The Problem With Describing Other Peoples Problems
One of the main problems with trying to describe other peoples problems is that while you see it as a problem, you tend to stop short in the problem solving department.
We all do a great job in the diagnosis department. It is the analysis of that persons particular situation that we need to be more aware of and offer constructive advice if and when warranted.
By no means am I proffering my abilities as a certified counselor in solving anyone’s problems here but my own of course.
Problems, like life, marriage and finances, come in a variety shapes, sizes and depths. Just how far you want to get involved will depend on how much that person is going to allow you into their suffering and misery. Everyone who has a problem tends to want to man (or woman) up and fix it themselves. No one wants to admit having a problem in the first place and they certainly do want to be able to fix whatever their situation is by themselves, and that can lead to whole other set of problems.
Take for instance some of the purported relational problems in a marriage like nagging or arguing. In a recent TV NBC poll it was stated that there is good and bad nagging just like anything else in our relationships. I was however somewhat surprised that the unofficial survey stated that 68% of women versus 32% of men say that they do nag the other person. The problem is described as getting done what work needs to be done in and around the home or business, not necessarily in and around the relationship.
Positive reinforcement to whining has it merits in a marriage.
One of the things that frequently leads to arguments in a relationship is what some would call that incessant whining that a person does “to get their way”.
Just like there can be good and bad nagging, there can be bad and good whining. The positive spin would be like when you say to your mate; pretty please instead of…this is the fiftieth time I have asked you to do this.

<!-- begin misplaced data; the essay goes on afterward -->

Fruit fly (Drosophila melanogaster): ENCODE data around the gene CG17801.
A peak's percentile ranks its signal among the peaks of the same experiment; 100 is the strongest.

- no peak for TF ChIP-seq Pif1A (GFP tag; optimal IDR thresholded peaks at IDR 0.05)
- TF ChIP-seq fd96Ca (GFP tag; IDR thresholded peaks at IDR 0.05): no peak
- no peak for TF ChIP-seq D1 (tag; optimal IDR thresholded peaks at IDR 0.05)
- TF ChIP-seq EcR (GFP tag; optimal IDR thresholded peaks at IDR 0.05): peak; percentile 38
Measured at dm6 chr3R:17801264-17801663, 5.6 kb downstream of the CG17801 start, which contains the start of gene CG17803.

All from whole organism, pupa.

In trying to describe another persons problems, you can often fall shot in failing to realize that the source of their problems is your lack of empathy in helping to solve their problem. It is not quite like your average math problem in doing your homework for your business or other finances. The problem here is that the person most likely will not ask or otherwise seek your help and assistance until forced to do so…and that just further adds to their perceived dilemma.
Also stated in that unofficial NBC TV poll were the figures that (on both sides for men and women) showed the primary causes of arguing, nagging and whining was 36% related to money, 30% related to sex…the rest was divided pretty evenly among other kinds of bickering as much as 2,455 times a year!
With a little help, we can certainly offer a few suggestions to help with those statistics.
First and foremost of course is that there is going to have to be better communications in the relationship which is closely followed by a whole lot of openness about the problem(s).
So basically, the problem with describing other peoples problems hinges on not just lip service, but a true and sincere desire to have a genuine interest in helping to resolve the problem before it gets too far out of hand and it gets further split into many more like problems.
Stay well my friend.
A Friend in Business…and Life…Always,